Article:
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IM# refer to patent?

Santa Clara, CA |

I would like to use a box design for my product that I have seen in use. The box that I am modeling after says "Patent Pending" and "IM# XXXXXXX" on the side. What does IM# stand for? Is there a way that I can search for the patent if in fact there is one using this number?

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Attorney answers 6


I have not seen the initials IM used to refer to a patent or application. Pending applications are generally secret until formally published or issued. You can lawfully "design-around" a patent-pending article, but the risk can be high, especially when the patent claims have not been published. If you like the box design, then it is almost certainly easier and cheaper to simply go hire that box company for your products than to try and design around or, worse, get into a patent fight.

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I don't think IM refers to the patent number. "Patent Pending" means they filed a Patent application, but it is not yet issued as a patent and may not even be published.
You can search with this number ass the application number, but i doubt that's what it is.
You can also search for the name of the company to see what patents and published applications you can find.

Disclaimer: This answer does not constitute legal advice and does not create an attorney-client relationship.


The first thing the comes to mind with "IM" is instant messaging. I am not aware of people using an IM number in conjunction with a patent pending status though. Another possibility is that the "IM #" represents the companies internal product identifier (just a shot). If this is the case then you may have to approach the company to get information about the patent. Maybe some other attorneys see a connection to "IM" and patent pending that I am unaware of. I will let them discuss it. You can always try to search for the patent using other fields, such as: assignee, applicant, title and so forth. However this might be tediously frustrating if you are not 100% sure of those fields.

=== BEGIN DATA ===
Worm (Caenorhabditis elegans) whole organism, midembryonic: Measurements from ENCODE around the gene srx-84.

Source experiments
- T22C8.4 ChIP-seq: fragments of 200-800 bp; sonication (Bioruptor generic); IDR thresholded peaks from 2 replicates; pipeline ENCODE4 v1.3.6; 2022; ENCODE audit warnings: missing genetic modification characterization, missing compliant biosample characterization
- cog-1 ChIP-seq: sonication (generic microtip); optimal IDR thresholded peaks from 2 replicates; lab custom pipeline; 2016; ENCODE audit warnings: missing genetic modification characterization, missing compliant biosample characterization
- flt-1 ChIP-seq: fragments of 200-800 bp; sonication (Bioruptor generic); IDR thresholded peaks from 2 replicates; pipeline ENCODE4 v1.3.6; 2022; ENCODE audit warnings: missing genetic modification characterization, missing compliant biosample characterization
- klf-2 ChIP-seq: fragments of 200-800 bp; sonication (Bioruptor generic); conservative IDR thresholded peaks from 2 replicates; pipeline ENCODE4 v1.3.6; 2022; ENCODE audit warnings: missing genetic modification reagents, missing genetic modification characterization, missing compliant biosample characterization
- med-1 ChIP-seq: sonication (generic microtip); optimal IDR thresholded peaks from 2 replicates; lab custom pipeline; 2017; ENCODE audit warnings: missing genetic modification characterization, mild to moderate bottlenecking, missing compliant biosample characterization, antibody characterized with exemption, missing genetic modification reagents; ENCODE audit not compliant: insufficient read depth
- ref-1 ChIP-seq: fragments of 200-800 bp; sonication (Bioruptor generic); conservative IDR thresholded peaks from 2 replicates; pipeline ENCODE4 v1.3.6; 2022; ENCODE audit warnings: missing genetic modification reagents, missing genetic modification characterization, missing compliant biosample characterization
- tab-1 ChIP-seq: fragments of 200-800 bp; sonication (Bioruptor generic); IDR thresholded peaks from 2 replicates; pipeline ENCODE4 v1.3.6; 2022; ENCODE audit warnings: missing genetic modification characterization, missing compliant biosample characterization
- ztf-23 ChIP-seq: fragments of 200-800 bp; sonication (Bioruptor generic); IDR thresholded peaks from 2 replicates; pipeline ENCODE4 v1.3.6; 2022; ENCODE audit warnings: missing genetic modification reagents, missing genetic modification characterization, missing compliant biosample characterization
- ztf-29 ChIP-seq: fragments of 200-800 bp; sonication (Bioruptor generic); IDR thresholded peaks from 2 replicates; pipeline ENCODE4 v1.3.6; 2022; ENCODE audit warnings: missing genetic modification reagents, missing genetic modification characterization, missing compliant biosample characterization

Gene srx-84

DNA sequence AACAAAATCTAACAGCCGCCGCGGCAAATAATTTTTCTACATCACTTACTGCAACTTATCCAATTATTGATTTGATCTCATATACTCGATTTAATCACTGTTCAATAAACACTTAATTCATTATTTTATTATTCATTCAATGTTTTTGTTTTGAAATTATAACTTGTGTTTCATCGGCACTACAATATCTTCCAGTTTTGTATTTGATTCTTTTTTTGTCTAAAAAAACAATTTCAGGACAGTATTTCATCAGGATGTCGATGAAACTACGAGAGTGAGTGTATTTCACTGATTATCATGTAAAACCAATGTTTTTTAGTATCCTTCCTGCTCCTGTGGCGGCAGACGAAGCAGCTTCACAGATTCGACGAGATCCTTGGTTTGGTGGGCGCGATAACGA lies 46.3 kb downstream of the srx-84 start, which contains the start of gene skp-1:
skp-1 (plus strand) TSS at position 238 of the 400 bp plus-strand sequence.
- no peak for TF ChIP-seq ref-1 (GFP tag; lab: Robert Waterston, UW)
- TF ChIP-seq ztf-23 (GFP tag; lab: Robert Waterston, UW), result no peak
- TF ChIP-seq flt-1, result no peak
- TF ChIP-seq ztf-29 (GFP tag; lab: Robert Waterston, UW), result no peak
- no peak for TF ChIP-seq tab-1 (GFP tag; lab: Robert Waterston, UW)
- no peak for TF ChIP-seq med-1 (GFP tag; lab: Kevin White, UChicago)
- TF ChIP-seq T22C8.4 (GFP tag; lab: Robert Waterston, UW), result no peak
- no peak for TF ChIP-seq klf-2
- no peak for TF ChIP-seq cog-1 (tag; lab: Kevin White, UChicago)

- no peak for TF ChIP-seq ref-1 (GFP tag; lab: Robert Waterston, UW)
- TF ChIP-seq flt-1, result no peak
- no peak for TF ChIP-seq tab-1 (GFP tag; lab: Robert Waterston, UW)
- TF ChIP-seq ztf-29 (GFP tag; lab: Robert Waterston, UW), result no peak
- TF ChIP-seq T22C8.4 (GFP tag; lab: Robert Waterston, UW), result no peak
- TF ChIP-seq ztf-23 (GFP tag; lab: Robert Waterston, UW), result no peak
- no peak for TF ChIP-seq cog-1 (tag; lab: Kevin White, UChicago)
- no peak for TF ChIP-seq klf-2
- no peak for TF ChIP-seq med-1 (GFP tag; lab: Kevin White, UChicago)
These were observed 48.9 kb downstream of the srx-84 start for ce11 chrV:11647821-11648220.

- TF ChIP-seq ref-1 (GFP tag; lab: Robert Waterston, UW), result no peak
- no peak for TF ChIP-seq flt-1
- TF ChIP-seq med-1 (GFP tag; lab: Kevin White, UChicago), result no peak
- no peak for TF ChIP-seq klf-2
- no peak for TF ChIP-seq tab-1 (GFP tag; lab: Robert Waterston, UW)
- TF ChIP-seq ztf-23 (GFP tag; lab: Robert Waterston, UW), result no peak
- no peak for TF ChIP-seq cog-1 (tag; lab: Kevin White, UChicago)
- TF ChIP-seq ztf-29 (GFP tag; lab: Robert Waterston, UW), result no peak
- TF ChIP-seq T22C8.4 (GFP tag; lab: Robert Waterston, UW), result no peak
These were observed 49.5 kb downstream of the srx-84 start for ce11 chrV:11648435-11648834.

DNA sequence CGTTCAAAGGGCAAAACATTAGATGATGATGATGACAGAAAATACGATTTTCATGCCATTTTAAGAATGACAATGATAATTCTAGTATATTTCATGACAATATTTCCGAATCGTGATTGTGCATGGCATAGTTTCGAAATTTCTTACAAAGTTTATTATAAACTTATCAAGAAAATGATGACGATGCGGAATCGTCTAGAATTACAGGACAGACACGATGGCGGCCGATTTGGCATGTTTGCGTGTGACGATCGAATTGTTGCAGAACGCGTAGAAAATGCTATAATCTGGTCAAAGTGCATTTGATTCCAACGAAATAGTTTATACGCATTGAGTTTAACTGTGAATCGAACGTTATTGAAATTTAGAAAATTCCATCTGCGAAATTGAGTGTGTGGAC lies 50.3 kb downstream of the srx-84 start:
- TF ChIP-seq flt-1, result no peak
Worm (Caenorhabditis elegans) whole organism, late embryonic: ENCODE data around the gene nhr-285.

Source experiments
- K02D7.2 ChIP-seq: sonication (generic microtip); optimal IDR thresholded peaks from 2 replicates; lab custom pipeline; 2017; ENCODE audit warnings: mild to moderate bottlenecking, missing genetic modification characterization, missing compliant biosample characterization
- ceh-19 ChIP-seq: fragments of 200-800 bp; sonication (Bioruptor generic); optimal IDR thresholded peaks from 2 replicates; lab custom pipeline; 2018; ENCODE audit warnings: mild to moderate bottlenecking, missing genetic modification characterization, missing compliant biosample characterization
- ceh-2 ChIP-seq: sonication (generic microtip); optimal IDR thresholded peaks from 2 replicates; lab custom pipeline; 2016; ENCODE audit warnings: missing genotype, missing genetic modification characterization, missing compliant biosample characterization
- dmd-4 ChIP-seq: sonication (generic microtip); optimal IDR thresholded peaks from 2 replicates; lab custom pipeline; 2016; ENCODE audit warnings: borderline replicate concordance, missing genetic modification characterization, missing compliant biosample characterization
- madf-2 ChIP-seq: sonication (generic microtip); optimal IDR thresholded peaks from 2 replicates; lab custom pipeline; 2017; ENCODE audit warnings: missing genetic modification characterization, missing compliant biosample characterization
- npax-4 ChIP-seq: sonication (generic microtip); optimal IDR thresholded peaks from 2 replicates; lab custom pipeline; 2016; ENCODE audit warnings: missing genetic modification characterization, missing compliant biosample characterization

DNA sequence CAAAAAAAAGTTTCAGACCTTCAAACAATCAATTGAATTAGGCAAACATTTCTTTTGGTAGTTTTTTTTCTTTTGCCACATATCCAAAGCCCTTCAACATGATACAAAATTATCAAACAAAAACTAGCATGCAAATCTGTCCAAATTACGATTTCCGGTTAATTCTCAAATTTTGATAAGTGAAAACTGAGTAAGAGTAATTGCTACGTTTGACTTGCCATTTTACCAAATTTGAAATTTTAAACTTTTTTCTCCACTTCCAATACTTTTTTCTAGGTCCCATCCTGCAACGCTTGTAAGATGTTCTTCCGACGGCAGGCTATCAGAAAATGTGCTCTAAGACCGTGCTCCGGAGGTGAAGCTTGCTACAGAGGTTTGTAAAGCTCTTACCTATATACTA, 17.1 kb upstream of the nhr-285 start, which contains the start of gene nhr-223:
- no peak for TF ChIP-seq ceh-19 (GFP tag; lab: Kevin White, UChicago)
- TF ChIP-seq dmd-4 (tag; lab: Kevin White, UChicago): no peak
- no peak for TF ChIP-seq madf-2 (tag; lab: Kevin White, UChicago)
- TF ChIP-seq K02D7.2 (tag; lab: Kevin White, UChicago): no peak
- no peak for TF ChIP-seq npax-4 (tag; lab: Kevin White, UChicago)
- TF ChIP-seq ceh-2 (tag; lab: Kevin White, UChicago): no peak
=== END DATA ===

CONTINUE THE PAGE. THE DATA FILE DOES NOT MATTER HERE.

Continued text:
In the meantime, it may be better just to work with the company to use the box or develop a work-around. There is always risk with trying to knock off someone's design prior to issuance and prior to publication. Be cautious and engage a patent attorney's expertise when you come to know more of the details.

This answer is for general purposes only and does not establish an attorney-client relationship. Select and contact an attorney of your choice to further explore your options.


No one who knows anything about patents -- and packaging professionals are pretty savvy about patents -- would include a patent application number on a product and, if they did, they would certainly not incorrectly preface the application number with "IM#." I think that acronym means "item management" number or some other packaging industry specific identification. I suggest you bring in a patent attorney to review the matter and perhaps reach out to the company who makes the package.

The above response is general information ONLY and is not legal advice, does not form an attorney-client relationship, and should NOT be relied upon to take or refrain from taking any action. I am not your attorney. You should seek the advice of competent counsel before taking any action related to your inquiry.


IM does not refer to a patent. It is likely likely either "Inventory Management" (an inventory control number - otherwise known as a "serial number"), "Invention Memorandum" (an internal number for invention disclosures of a company), a part number, or a phone number ("instant message" or texting number), or it's "13" rather than "IM", as 13 is the start of many non-provisional patent application serial numbers or it's really "PN" for patent number or part number or it's for "Information Manual" to point you to the user manual. I have seen each one of those at one time or another on parts. You should show this to a patent attorney and find out which. Alternately, you could just call the manufacturer and ask them what the number means, and they will surely tell you as it is presumably there to tell you something.

Yes, you can search for that number on GAPS although I doubt the number will turn out to be a patent publication number. You might use another of the GAPS fields or some combination of them if you know that field's information.

Any registered patent attorney can quickly find out if there is a patent publication by that number

I am not your lawyer and you are not my client. Free advice here is without recourse and any reliance thereupon is at your sole risk. This is done without compensation as a free public service. I am licensed in IL, MO, TX and I am a Reg. Pat. Atty. so advice in any other jurisdiction is strictly general advice and should be confirmed with an attorney licensed in that jurisdiction.


Short Answer: Be careful.

Before using a design that is subject to a patent application you need to consult with an attorney or patent agent who can guide you through the landmine you could be stepping into. Good luck.